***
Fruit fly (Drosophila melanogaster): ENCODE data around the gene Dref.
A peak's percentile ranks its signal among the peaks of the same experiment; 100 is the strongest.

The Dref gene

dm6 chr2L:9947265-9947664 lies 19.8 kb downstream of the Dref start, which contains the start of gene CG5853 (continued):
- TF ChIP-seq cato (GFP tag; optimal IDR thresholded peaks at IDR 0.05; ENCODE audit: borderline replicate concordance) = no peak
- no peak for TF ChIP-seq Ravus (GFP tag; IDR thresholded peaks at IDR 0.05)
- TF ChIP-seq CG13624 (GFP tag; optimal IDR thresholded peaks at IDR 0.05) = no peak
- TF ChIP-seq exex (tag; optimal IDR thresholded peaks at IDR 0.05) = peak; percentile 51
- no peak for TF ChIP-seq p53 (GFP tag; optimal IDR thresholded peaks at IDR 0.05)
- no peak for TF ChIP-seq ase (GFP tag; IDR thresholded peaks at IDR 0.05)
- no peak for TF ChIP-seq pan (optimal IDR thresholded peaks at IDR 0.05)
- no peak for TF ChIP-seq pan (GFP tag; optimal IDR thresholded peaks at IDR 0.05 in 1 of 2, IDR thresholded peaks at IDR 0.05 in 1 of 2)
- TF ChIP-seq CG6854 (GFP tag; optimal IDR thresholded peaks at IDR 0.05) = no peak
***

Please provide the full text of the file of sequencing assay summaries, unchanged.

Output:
Fruit fly (Drosophila melanogaster): ENCODE data around the gene Dref.
A peak's percentile ranks its signal among the peaks of the same experiment; 100 is the strongest.

The Dref gene

dm6 chr2L:9947265-9947664 lies 19.8 kb downstream of the Dref start, which contains the start of gene CG5853 (continued):
- TF ChIP-seq cato (GFP tag; optimal IDR thresholded peaks at IDR 0.05; ENCODE audit: borderline replicate concordance) = no peak
- no peak for TF ChIP-seq Ravus (GFP tag; IDR thresholded peaks at IDR 0.05)
- TF ChIP-seq CG13624 (GFP tag; optimal IDR thresholded peaks at IDR 0.05) = no peak
- TF ChIP-seq exex (tag; optimal IDR thresholded peaks at IDR 0.05) = peak; percentile 51
- no peak for TF ChIP-seq p53 (GFP tag; optimal IDR thresholded peaks at IDR 0.05)
- no peak for TF ChIP-seq ase (GFP tag; IDR thresholded peaks at IDR 0.05)
- no peak for TF ChIP-seq pan (optimal IDR thresholded peaks at IDR 0.05)
- no peak for TF ChIP-seq pan (GFP tag; optimal IDR thresholded peaks at IDR 0.05 in 1 of 2, IDR thresholded peaks at IDR 0.05 in 1 of 2)
- TF ChIP-seq CG6854 (GFP tag; optimal IDR thresholded peaks at IDR 0.05) = no peak